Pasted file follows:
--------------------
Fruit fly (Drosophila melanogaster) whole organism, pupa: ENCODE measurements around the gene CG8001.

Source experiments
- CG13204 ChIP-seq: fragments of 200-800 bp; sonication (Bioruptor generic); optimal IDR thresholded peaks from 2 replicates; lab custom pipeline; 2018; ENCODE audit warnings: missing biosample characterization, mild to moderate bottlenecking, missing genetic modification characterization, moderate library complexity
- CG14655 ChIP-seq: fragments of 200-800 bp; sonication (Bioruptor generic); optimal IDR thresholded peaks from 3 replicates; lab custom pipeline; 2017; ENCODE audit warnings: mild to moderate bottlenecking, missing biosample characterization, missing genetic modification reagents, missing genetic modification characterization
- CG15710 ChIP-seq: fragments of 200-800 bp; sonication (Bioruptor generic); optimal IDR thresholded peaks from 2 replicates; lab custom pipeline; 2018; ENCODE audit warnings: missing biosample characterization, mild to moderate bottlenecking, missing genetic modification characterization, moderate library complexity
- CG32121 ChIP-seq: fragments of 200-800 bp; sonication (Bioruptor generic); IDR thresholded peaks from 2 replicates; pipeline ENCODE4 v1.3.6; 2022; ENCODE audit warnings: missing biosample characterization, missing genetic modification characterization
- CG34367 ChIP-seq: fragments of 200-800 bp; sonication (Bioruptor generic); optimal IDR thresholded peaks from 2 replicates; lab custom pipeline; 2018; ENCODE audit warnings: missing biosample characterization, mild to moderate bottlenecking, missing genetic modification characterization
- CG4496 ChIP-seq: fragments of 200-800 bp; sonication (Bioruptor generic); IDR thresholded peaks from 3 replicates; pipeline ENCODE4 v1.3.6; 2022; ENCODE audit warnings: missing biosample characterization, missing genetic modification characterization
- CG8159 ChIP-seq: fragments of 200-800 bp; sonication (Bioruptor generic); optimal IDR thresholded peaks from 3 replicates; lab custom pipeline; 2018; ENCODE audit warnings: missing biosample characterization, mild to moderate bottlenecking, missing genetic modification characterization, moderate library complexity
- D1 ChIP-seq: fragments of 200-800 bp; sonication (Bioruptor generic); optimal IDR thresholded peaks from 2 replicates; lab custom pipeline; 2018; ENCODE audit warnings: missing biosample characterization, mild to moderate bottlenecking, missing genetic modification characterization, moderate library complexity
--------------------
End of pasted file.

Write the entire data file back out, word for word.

Fruit fly (Drosophila melanogaster) whole organism, pupa: ENCODE measurements around the gene CG8001.

Source experiments
- CG13204 ChIP-seq: fragments of 200-800 bp; sonication (Bioruptor generic); optimal IDR thresholded peaks from 2 replicates; lab custom pipeline; 2018; ENCODE audit warnings: missing biosample characterization, mild to moderate bottlenecking, missing genetic modification characterization, moderate library complexity
- CG14655 ChIP-seq: fragments of 200-800 bp; sonication (Bioruptor generic); optimal IDR thresholded peaks from 3 replicates; lab custom pipeline; 2017; ENCODE audit warnings: mild to moderate bottlenecking, missing biosample characterization, missing genetic modification reagents, missing genetic modification characterization
- CG15710 ChIP-seq: fragments of 200-800 bp; sonication (Bioruptor generic); optimal IDR thresholded peaks from 2 replicates; lab custom pipeline; 2018; ENCODE audit warnings: missing biosample characterization, mild to moderate bottlenecking, missing genetic modification characterization, moderate library complexity
- CG32121 ChIP-seq: fragments of 200-800 bp; sonication (Bioruptor generic); IDR thresholded peaks from 2 replicates; pipeline ENCODE4 v1.3.6; 2022; ENCODE audit warnings: missing biosample characterization, missing genetic modification characterization
- CG34367 ChIP-seq: fragments of 200-800 bp; sonication (Bioruptor generic); optimal IDR thresholded peaks from 2 replicates; lab custom pipeline; 2018; ENCODE audit warnings: missing biosample characterization, mild to moderate bottlenecking, missing genetic modification characterization
- CG4496 ChIP-seq: fragments of 200-800 bp; sonication (Bioruptor generic); IDR thresholded peaks from 3 replicates; pipeline ENCODE4 v1.3.6; 2022; ENCODE audit warnings: missing biosample characterization, missing genetic modification characterization
- CG8159 ChIP-seq: fragments of 200-800 bp; sonication (Bioruptor generic); optimal IDR thresholded peaks from 3 replicates; lab custom pipeline; 2018; ENCODE audit warnings: missing biosample characterization, mild to moderate bottlenecking, missing genetic modification characterization, moderate library complexity
- D1 ChIP-seq: fragments of 200-800 bp; sonication (Bioruptor generic); optimal IDR thresholded peaks from 2 replicates; lab custom pipeline; 2018; ENCODE audit warnings: missing biosample characterization, mild to moderate bottlenecking, missing genetic modification characterization, moderate library complexity